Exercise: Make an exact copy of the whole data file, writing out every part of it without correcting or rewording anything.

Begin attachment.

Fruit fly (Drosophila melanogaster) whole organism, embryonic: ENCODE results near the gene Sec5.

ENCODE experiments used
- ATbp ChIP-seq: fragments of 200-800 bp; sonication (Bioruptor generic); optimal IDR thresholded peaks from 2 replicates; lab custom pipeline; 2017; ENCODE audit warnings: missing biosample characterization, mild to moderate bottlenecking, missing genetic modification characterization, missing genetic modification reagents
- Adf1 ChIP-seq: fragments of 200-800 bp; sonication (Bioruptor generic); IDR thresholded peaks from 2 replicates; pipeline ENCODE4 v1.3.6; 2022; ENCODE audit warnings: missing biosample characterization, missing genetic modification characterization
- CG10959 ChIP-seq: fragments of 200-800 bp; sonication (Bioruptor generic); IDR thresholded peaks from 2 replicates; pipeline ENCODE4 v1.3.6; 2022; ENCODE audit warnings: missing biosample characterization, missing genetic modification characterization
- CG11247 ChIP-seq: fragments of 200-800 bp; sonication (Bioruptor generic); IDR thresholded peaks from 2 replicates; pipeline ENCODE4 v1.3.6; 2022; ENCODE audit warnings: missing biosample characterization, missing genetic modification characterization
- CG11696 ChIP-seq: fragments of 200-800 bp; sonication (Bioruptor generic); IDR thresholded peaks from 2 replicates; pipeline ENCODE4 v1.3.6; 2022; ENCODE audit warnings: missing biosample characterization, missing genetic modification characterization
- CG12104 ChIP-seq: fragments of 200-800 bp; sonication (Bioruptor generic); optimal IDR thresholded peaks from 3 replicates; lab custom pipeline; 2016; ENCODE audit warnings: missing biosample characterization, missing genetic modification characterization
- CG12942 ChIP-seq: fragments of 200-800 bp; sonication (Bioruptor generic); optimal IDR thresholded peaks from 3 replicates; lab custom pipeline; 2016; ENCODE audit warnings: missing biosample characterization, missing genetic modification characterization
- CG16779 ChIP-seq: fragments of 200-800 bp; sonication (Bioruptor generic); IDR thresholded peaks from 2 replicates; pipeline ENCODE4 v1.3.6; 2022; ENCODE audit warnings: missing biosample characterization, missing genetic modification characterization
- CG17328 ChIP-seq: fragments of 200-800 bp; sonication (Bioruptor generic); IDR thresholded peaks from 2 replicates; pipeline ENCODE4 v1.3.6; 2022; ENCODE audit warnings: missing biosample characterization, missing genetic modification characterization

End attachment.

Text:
Fruit fly (Drosophila melanogaster) whole organism, embryonic: ENCODE results near the gene Sec5.

ENCODE experiments used
- ATbp ChIP-seq: fragments of 200-800 bp; sonication (Bioruptor generic); optimal IDR thresholded peaks from 2 replicates; lab custom pipeline; 2017; ENCODE audit warnings: missing biosample characterization, mild to moderate bottlenecking, missing genetic modification characterization, missing genetic modification reagents
- Adf1 ChIP-seq: fragments of 200-800 bp; sonication (Bioruptor generic); IDR thresholded peaks from 2 replicates; pipeline ENCODE4 v1.3.6; 2022; ENCODE audit warnings: missing biosample characterization, missing genetic modification characterization
- CG10959 ChIP-seq: fragments of 200-800 bp; sonication (Bioruptor generic); IDR thresholded peaks from 2 replicates; pipeline ENCODE4 v1.3.6; 2022; ENCODE audit warnings: missing biosample characterization, missing genetic modification characterization
- CG11247 ChIP-seq: fragments of 200-800 bp; sonication (Bioruptor generic); IDR thresholded peaks from 2 replicates; pipeline ENCODE4 v1.3.6; 2022; ENCODE audit warnings: missing biosample characterization, missing genetic modification characterization
- CG11696 ChIP-seq: fragments of 200-800 bp; sonication (Bioruptor generic); IDR thresholded peaks from 2 replicates; pipeline ENCODE4 v1.3.6; 2022; ENCODE audit warnings: missing biosample characterization, missing genetic modification characterization
- CG12104 ChIP-seq: fragments of 200-800 bp; sonication (Bioruptor generic); optimal IDR thresholded peaks from 3 replicates; lab custom pipeline; 2016; ENCODE audit warnings: missing biosample characterization, missing genetic modification characterization
- CG12942 ChIP-seq: fragments of 200-800 bp; sonication (Bioruptor generic); optimal IDR thresholded peaks from 3 replicates; lab custom pipeline; 2016; ENCODE audit warnings: missing biosample characterization, missing genetic modification characterization
- CG16779 ChIP-seq: fragments of 200-800 bp; sonication (Bioruptor generic); IDR thresholded peaks from 2 replicates; pipeline ENCODE4 v1.3.6; 2022; ENCODE audit warnings: missing biosample characterization, missing genetic modification characterization
- CG17328 ChIP-seq: fragments of 200-800 bp; sonication (Bioruptor generic); IDR thresholded peaks from 2 replicates; pipeline ENCODE4 v1.3.6; 2022; ENCODE audit warnings: missing biosample characterization, missing genetic modification characterization